Today, when we talk about health and safety leadership and culture, many people refer to a maturity scale where achieving compliance with regulation is one of the lowest levels of performance. Real safety leadership comes from a deep-seated and passionate belief that everyone who comes to work in any role has the right to go home at the end of every working day unharmed by their work. For many of us, as chemical engineers in high hazard industries, that same passion extends to believing that those who live around us and who use our products must also reap the benefits whilst not being harmed or put at risk. Motivations really do matter – doing it because someone tells you what’s right and you feel obligated to comply to avoid punishment is very different from doing the right thing because you know it is right and you want to act responsibly and with integrity.
We as chemical engineers seemed to have a greater awareness of ethics than some other branches of engineering... perhaps we had been forced to face up to the need for us to act responsibly and ethically earlier than others
It is perhaps prescient that one early ethical dilemma I recall from my career was related to health and safety.
It was back in the 1990s when I was Operations Director of a pigments production facility. We had recently completed a project to install a new dry blending and milling facility and were experiencing teething problems during commissioning, with parts of the equipment blocking up. An incident occurred which resulted in the blending operator receiving severe, but not life-threatening, facial injuries. It could have been much worse.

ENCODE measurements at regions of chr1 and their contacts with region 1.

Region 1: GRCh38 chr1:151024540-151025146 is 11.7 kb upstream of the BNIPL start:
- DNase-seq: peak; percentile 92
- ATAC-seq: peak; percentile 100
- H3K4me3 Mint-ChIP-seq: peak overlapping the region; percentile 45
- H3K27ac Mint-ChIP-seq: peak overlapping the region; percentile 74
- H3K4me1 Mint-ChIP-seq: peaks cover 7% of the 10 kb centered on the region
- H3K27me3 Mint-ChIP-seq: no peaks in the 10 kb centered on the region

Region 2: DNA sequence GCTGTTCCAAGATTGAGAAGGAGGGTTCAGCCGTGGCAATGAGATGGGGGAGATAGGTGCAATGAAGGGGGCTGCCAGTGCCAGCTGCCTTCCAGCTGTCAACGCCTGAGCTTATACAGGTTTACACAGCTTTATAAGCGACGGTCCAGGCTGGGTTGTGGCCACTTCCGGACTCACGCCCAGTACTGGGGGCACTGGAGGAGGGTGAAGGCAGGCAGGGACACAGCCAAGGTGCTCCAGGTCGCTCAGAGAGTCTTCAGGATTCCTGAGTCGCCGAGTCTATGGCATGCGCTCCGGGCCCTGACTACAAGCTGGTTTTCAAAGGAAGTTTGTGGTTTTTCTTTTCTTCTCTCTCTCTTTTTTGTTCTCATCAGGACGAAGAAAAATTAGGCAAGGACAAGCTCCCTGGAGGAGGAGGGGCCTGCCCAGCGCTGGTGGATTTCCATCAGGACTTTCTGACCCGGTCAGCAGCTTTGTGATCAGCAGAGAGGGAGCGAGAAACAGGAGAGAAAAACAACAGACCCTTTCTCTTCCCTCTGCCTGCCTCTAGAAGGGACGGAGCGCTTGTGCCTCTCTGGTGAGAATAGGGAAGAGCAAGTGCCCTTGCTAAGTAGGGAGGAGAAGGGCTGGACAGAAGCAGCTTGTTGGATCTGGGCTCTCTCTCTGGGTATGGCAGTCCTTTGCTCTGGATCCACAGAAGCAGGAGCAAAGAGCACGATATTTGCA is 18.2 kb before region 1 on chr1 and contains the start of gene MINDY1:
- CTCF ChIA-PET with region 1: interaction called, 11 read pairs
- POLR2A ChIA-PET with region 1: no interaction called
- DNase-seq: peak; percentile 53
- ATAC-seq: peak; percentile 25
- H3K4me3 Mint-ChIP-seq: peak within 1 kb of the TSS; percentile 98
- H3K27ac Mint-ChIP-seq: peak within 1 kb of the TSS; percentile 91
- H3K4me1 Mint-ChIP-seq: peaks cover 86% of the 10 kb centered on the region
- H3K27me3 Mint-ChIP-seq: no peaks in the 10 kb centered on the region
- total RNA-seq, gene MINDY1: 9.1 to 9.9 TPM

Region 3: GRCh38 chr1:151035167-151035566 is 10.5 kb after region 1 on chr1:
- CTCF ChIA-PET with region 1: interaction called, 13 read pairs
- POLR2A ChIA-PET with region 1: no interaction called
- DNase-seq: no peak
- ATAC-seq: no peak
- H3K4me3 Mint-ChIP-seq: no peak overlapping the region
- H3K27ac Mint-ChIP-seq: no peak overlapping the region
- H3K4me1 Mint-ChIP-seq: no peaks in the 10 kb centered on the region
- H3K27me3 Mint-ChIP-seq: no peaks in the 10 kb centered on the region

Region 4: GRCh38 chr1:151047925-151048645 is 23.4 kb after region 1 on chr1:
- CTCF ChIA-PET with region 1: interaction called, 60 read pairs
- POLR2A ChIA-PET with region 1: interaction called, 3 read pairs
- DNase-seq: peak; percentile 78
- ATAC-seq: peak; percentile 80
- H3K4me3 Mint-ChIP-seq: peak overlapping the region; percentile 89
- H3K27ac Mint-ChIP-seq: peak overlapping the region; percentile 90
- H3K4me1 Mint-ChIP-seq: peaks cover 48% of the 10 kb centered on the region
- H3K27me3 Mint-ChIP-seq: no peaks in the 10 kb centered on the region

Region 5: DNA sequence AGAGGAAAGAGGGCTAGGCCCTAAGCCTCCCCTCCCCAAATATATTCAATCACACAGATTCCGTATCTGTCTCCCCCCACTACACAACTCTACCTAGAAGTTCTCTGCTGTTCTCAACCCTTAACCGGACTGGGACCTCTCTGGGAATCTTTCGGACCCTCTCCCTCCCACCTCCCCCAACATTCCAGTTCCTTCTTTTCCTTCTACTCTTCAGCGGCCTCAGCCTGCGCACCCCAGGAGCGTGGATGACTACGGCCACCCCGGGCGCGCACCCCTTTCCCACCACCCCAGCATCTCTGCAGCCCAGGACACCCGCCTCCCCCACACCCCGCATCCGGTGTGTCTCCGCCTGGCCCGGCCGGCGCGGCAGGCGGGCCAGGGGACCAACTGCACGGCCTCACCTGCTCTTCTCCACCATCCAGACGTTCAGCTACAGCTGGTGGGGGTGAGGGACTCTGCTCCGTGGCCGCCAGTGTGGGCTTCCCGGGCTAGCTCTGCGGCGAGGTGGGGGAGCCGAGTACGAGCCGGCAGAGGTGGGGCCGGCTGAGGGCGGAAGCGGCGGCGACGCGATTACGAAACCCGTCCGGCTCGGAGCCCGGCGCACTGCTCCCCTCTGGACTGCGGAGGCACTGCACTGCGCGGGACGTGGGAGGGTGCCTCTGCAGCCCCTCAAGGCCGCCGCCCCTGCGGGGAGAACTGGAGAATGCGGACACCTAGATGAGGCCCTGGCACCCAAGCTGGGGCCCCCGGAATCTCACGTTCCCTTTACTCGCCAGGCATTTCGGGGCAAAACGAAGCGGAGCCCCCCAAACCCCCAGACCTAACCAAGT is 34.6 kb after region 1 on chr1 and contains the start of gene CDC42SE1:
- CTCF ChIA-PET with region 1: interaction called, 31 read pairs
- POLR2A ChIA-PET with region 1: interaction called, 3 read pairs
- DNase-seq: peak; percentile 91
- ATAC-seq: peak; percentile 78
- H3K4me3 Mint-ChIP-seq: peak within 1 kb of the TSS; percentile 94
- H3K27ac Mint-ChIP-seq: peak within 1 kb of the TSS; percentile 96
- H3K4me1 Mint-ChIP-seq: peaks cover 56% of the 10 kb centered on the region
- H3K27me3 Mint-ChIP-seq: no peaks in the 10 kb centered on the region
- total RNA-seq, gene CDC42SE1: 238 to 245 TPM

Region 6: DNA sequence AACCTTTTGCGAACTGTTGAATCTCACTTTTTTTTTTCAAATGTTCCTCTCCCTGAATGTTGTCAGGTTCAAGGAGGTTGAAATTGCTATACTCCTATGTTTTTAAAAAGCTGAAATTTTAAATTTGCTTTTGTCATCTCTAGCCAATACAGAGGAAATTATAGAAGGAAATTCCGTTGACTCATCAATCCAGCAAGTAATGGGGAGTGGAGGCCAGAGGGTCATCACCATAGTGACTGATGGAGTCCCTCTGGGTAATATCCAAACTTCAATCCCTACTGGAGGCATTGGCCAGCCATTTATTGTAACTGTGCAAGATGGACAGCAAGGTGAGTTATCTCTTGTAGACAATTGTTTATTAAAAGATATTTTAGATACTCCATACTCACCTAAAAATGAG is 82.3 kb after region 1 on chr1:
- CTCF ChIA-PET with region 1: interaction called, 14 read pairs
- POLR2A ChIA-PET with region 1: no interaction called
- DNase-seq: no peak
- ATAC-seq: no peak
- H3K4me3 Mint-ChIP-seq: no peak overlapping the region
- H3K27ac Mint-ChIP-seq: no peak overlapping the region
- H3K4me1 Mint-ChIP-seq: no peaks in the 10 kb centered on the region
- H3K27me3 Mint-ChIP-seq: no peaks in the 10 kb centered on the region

We reported the incident to the Health and Safety Executive but also launched an internal investigation which I decided to lead myself, given the seriousness of the incident. It emerged that the operator’s injuries had been caused by using a scaffold pole to try to clear blockages in the blending drum whilst the drum was still rotating. The pole had become stuck and whipped round hitting the operator in the face. But what also became clear during the investigation was that this practice had been going on for some days and some supervisors and the commissioning engineer were aware that it was happening.
I wrote up my report on the investigation and sent it to my Managing Director. I then received a call to meet him. He asked me to “think very carefully” about the wording of my report and asked if I was aware that by admitting that someone knew about the poor practice before the incident, it would be very likely that we would be found guilty in any prosecution brought by HSE. The pressure was clear but I didn’t have to think for very long. The report went out in my name unchanged. The company was duly taken to court by HSE where we pleaded guilty to the offence – and rightly so.
I am not going to pretend that it was an easy decision to take. It wasn’t. I certainly felt under pressure to take a different course of action but I also do still remember that “think very carefully” coming back into my mind vividly when John Bresland talked about being able to live with yourself rather than giving in to what people want to hear.
When I was Chair of HSE I talked a lot about the need for real leadership and commitment and the need for personal integrity. I also struggled a lot at that time with those who tried to rationalise away why it “wasn’t their fault” that something bad had happened, even when they were clearly responsible. I never referred to my own story during that time, but for me, my commitment to doing the right thing was rooted in personal experience.